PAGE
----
Wednesday, August 20, 2014
Two Ohio Cities To Vote On Traffic Camera Bans
Red light cameras and speed cameras have been put to a vote at the ballot box in eight Ohio towns, more than anywhere else in the nation. Residents of Cleveland and Maple Heights on Monday submitted petitions that to raise that figure to ten.
In Cleveland, volunteers spent four years circulating petitions to gather 12,930 signatures. If the Cuyahoga County Board of Elections certifies at least 6013 as valid, the city council will have to put the measure either on the November 4 ballot or call a special election in February. September 5 is the deadline to have a measure ready for the fall election. Proponents of the measure say the public is enthusiastic about the camera ban.
"It's probably the easiest petition that I've ever circulated to get people to sign," Jason Sonenshein with the group Liberate Ohio told TheNewspaper. "People are very eager to sign this. It's an issue that voters generally feel passionate about. Everyone who drives through Cleveland sees one or more of these cameras on a daily basis."
If the petition is certified for the ballot, voters will be asked to approve a charter amendment that borrows language that has successfully been used in several other cities to block the use of automated ticketing machines.
"The city, including its various boards, agencies and departments, shall not use any traffic law photo-monitoring device for the enforcement of a qualified traffic law violation, unless a law enforcement officer is present at the location of the device and personally issues the ticket to the alleged violator at the time and location of the violation," the proposal states.
In Maple Heights, a bipartisan group of activists filed over 1200 signatures to place a photo ticketing ban on the ballot. It will go on the ballot if elections officials certify 694 of them as valid. Already, city officials have taken steps to keep the measure from reaching voters.
Christopher Finney, attorney for the Coalition Against Spending and Taxes, says he will sue the city if it tries to block the people from having a voice on the traffic camera issue. Finney's group promises to go "city by city" to take down the cameras if it has to. This is no idle threat, considering voters in Ashtabula, Cincinnati, Chillicothe, Heath, Garfield Heights, South Euclid and Steubenville have banned speed cameras and red light cameras.
Tuesday, August 19, 2014
Appeals Court Orders More Prison Time For Cop Who Beat Motorist
Twenty months in jail is nowhere near sufficient punishment for an Iowa cop who brutally beat a motorist, the US Court of Appeals for the Eighth Circuit ruled on Thursday. Des Moines Police Officer Mersed Dautovic had been convicted assaulting Octavius Bonds with a baton during a September 12, 2008 traffic stop.
Around midnight, Bonds left a movie theater with his girlfriend, Erin Evans, who was behind the wheel when Officer Dautovic approached from behind with emergency lights flashing, en route to a call. According to Officer John Mailander, Dautovic's partner, Evans took five seconds to move over into the right lane because other traffic was in the way. The emergency call was canceled and Dautovic decided to stop Evans for failing to yield.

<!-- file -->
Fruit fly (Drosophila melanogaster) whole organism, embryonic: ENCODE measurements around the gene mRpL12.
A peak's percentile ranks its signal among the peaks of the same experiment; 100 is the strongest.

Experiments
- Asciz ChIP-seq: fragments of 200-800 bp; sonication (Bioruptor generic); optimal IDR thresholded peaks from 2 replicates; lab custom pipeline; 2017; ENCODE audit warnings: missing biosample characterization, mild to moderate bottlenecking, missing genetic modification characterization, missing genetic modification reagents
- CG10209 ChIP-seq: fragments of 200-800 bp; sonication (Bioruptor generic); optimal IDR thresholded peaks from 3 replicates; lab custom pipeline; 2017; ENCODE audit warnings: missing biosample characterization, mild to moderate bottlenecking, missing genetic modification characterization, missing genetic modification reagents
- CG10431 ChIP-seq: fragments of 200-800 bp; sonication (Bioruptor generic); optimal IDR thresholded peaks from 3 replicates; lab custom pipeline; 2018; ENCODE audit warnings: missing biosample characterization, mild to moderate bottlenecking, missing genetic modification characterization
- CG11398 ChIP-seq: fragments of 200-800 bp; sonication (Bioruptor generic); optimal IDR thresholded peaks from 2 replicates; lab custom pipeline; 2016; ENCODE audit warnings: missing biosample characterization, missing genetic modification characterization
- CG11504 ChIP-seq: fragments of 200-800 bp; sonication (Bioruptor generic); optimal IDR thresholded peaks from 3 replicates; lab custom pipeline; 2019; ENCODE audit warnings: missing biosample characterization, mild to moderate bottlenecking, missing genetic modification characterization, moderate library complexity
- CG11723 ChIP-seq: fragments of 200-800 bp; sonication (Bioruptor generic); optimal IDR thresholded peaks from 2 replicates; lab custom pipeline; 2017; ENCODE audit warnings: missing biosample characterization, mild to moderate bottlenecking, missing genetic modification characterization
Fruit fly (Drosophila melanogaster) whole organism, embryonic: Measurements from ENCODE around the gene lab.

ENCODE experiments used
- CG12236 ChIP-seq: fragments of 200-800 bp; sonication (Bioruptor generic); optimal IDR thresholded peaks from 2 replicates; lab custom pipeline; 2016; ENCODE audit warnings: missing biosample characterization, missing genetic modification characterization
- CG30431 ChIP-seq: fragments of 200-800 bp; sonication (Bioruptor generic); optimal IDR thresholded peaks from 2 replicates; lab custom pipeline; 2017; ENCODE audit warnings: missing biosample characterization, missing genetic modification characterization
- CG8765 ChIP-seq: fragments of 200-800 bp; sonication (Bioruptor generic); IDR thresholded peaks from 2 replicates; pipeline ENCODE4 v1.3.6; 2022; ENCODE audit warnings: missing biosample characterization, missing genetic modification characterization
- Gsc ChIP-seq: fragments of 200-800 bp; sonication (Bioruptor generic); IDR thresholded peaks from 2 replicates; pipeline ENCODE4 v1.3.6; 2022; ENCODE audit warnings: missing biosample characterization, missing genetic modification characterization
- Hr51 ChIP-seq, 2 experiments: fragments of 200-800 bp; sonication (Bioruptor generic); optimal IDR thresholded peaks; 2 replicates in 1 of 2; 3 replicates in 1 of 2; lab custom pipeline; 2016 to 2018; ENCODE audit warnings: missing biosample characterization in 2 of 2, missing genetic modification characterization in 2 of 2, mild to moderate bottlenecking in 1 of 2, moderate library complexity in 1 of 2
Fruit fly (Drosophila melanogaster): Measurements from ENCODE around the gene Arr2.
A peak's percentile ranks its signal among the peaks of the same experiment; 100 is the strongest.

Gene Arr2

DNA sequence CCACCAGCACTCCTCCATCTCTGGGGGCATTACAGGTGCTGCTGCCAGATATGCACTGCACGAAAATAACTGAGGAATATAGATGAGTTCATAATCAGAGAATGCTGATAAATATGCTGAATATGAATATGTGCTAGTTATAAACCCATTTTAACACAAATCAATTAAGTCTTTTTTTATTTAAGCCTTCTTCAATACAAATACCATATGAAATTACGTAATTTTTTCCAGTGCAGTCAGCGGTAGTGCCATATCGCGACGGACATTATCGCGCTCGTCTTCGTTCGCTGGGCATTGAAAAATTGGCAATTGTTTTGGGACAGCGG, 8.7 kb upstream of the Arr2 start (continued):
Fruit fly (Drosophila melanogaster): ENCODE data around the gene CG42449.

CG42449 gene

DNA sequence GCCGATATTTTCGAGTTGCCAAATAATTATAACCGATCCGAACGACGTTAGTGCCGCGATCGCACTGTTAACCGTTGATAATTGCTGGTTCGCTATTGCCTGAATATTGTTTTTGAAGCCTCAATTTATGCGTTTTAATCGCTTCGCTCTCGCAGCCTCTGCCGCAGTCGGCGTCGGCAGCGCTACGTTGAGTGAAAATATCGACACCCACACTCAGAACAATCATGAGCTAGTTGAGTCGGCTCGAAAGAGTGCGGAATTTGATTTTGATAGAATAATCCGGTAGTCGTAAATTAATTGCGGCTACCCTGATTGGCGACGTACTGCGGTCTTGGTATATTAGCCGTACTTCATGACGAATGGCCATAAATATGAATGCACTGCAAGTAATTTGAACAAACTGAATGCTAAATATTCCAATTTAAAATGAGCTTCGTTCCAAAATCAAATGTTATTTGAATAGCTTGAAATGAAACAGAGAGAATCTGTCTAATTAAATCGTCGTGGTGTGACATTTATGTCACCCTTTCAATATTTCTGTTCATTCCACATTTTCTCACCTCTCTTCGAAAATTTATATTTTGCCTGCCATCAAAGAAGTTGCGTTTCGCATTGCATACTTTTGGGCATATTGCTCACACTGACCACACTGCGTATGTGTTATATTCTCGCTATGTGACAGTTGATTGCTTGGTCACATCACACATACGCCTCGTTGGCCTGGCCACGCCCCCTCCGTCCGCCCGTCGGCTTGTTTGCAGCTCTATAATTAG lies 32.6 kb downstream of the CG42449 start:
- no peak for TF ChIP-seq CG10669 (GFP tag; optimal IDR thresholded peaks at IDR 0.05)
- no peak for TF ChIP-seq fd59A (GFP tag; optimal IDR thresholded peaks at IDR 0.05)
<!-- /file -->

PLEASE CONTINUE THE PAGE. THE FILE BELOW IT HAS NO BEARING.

"Are you from America?" Officer Dautovic yelled as Evans rolled down the window. "Are you stupid? Didn't you know you are supposed to yield to the right when you see an emergency vehicle approaching?"
Evans took too long producing her license and registration, so Officer Mainlander pulled her out of the car, dragging her along the ground to be handcuffed. Bonds got out of the car, so Officer Dautovic sprayed him with mace. Bonds put his hands on top of the car, faced away from Officer Dautovic and begged him to stop spraying.
Instead, Officer Dautovic reached under Bonds' arm to spray him directly in the face. Bonds pulled Dautovic's arm away. Officer Dautovic responded by slamming his baton onto Bonds' skull. Bonds resumed consciousness only to see both Dautovic and Mainlander hitting him with their batons as he was on the ground in a fetal position. A hospital treated Bonds for severe head injury, a broken right forearm and a broken left hand that required surgery.
Bonds was charged with assaulting a police officer and Evans with interfering with a police officer. Three witnesses at trial confirmed that Bonds was not resisting, and a jury acquitted them despite the perjured testimony and falsified police reports of Officers Dautovic and Mainlander.
Another jury found Dautovic guilty of using excessive force and obstructing justice. He faced a twenty year maximum sentence for his crime. Dautovic was without remorse throughout his trial, insisting he did the right thing. US District Court Judge John A. Jarvey determined that the federal sentencing guidelines recommendation of eleven to fourteen years in prison was "unreasonable" and that twenty months was sufficient. The Eighth Circuit disagreed.
"The district court acted within its discretion when it decided to vary downward based on Dautovic's history and characteristics and on its policy disagreement with the guidelines, but these considerations do not justify the imposition of a twenty-month sentence in this case," Judge Roger Leland Wollman wrote for the three-judge appellate panel. "Dautovic's offense conduct involved aggravating circumstances, including the use of a dangerous weapon, the physical restraint of Bonds during the course of the beating, and the infliction of serious injury. Moreover, acting under the color of law, Dautovic tried to conceal his wrongdoing by falsifying a police report and lying under oath. When the totality of the circumstances is considered, a variance from the guidelines range of 135 to 168 months' imprisonment to a twenty-month sentence is unreasonably lenient"